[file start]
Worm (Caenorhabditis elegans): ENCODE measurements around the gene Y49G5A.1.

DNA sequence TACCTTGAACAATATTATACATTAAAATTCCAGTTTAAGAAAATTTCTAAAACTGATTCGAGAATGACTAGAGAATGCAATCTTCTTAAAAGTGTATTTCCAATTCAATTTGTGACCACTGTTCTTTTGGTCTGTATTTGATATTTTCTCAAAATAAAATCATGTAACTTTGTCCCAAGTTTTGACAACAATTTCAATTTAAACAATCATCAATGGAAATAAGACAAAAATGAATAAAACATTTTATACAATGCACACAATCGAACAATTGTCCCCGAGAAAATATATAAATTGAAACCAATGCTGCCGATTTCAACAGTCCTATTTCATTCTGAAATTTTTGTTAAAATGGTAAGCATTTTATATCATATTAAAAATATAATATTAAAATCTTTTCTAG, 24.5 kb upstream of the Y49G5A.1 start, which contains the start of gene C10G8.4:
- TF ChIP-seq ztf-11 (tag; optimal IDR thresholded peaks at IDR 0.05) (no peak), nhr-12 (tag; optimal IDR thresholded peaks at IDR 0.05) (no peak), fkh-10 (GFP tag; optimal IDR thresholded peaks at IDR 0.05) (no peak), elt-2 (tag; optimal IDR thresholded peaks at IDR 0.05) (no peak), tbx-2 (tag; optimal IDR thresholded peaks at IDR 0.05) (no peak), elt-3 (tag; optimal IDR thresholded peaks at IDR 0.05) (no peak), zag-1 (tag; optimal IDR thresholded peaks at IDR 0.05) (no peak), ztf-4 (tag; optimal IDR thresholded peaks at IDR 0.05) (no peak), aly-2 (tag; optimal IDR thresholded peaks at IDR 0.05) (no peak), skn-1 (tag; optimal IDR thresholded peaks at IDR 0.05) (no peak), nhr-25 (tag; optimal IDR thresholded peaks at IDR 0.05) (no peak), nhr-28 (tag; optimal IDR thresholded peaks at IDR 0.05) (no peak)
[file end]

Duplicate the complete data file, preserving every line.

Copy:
Worm (Caenorhabditis elegans): ENCODE measurements around the gene Y49G5A.1.

DNA sequence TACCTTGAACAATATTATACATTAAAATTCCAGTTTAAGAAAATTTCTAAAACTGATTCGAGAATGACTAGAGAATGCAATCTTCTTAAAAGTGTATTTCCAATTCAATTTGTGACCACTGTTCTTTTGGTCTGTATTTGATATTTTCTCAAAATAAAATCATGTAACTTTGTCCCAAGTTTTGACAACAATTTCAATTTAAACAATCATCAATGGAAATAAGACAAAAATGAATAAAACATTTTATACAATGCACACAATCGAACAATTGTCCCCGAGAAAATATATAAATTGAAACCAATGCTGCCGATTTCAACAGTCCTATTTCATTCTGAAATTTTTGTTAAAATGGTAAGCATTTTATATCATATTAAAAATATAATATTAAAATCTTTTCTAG, 24.5 kb upstream of the Y49G5A.1 start, which contains the start of gene C10G8.4:
- TF ChIP-seq ztf-11 (tag; optimal IDR thresholded peaks at IDR 0.05) (no peak), nhr-12 (tag; optimal IDR thresholded peaks at IDR 0.05) (no peak), fkh-10 (GFP tag; optimal IDR thresholded peaks at IDR 0.05) (no peak), elt-2 (tag; optimal IDR thresholded peaks at IDR 0.05) (no peak), tbx-2 (tag; optimal IDR thresholded peaks at IDR 0.05) (no peak), elt-3 (tag; optimal IDR thresholded peaks at IDR 0.05) (no peak), zag-1 (tag; optimal IDR thresholded peaks at IDR 0.05) (no peak), ztf-4 (tag; optimal IDR thresholded peaks at IDR 0.05) (no peak), aly-2 (tag; optimal IDR thresholded peaks at IDR 0.05) (no peak), skn-1 (tag; optimal IDR thresholded peaks at IDR 0.05) (no peak), nhr-25 (tag; optimal IDR thresholded peaks at IDR 0.05) (no peak), nhr-28 (tag; optimal IDR thresholded peaks at IDR 0.05) (no peak)